Editor’s note: This letter was submitted anonymously to TNR.
Gov. Phil Scott’s thin-skinned response to criticism of his decision to grant Vermont’s Black, Indigenous, and People of Color (BIPOC) community preferential access to COVID-19 vaccines is fraught with deceptive rhetoric and misrepresentation of data in its attempt to justify the racist and potentially unconstitutional policy.
In the April 5 press release, Scott stated that his office had been “subjected to vitriolic and inappropriate comments in social media and other forums regarding this decision” to use race as a criterion in vaccine distribution. In defense of the decision, Scott points to an “unacceptable disparity” in the pace of vaccination for Vermonters who are BIPOC. According to the press release, 20.2% of Vermont’s BIPOC population has received at least one dose of vaccine, in comparison to 33.4% of non-Hispanic Whites.
What Scott fails to acknowledge is that the disparity is the direct result of his own policies. According to data from the U.S. Census Bureau — the sort of data one would presumably consider when planning, say, a vaccine rollout — the estimated median age of non-Hispanic White Vermonters is 44.5. In contrast, the median ages of Vermont’s three largest racial and ethnic minorities — Black/African American, two or more races, and Hispanic — are estimated at 29.6, 24.8, and 23.3, respectively. In light of the census data, the rate of vaccination for BIPOC Vermonters is a predictable consequence of the age-based distribution model implemented by Scott prior to April 1st. To suggest that the disparity is somehow the result of systemic racism is not merely deceptive, it is transparently false.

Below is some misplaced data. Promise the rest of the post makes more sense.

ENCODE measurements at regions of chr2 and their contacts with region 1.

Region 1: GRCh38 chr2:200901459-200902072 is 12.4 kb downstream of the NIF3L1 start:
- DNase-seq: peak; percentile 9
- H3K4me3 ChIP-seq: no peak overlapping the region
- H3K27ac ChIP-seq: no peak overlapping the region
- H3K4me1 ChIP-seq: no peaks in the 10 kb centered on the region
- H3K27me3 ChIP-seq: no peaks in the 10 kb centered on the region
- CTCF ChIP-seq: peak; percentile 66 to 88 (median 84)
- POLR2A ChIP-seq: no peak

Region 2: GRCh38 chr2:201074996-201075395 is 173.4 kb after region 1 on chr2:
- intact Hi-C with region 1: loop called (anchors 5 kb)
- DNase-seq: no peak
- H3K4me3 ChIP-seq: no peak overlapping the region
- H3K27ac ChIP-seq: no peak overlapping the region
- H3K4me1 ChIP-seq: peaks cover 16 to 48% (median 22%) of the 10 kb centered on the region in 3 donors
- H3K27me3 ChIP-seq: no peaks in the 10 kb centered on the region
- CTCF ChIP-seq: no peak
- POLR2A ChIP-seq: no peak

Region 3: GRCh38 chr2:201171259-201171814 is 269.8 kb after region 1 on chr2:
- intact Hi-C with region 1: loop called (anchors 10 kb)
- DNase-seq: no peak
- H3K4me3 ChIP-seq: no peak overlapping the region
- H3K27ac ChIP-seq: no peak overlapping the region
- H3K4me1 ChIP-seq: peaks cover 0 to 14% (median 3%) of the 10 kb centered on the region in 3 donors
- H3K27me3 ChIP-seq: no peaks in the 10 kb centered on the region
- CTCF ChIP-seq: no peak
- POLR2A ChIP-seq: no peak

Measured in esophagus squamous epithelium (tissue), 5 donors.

As further justification for his decision, Scott cites an “increased risk of hospitalization” for the BIPOC community (specific figures are not provided). In reality, research shows that the risk of hospitalization for Black and Hispanic COVID patients is similar to that of White patients. Although the same study found that individuals who are Black or Hispanic tested positive for COVID with greater frequency than Whites, the Mayo Clinic reports that there is “no evidence that people of color have genetic or other biological factors that make them more likely to be affected by COVID-19.” (Race is, after all, a social construct.) Instead, the higher rates of infection among people of color can largely be attributed to other known risk factors, such as preexisting health conditions, frequent person-to-person contact on the job, and limited access to health care — all of which are correlated with lower socioeconomic status.
The U.S. Census Bureau reports that wages for most racial and ethnic minority groups in Vermont are lower than wages for non-Hispanic Whites. Regardless, lower socioeconomic status is hardly unique to Vermonters who are BIPOC. The use of race to determine vaccine eligibility effectively denies appropriate medical care to White Vermonters of lower socioeconomic status — who are subject to the same risk factors as many BIPOC Vermonters — on the basis of their race. That is simply unethical.
Governor Scott could begin to address this newly-created racial disparity — again, the result of his own policies — by making all frontline workers eligible for vaccination, as many other states have already done. Instead, Scott has opted to engage in virtue-signalling to the Woke Left at the expense of some of his most vulnerable constituents. The low-wage frontline workers who have kept Vermont’s economy afloat during the pandemic — not out of bravery, but out of economic necessity — must continue to wait until their age group becomes eligible to receive a vaccine. Unless, of course, they’re BIPOC.
The struggle of the working poor is real. So is racism. Unfortunately, Scott’s conflation of race with socioeconomic status prevents him from addressing either issue appropriately, and it is our neighbors who will ultimately pay the price.
Scott’s fixation on race will continue to have consequences far beyond the vaccination effort. His decision in 2019 to appoint Vermont’s first Executive Director of Racial Equity — a position tasked with overseeing all three branches of state government, with no accountability to the electorate — raises the question of who is really driving the bus on the vaccine rollout. Now that Scott has let the critical race genie out of the proverbial bottle, he’ll have a hard time getting it back in.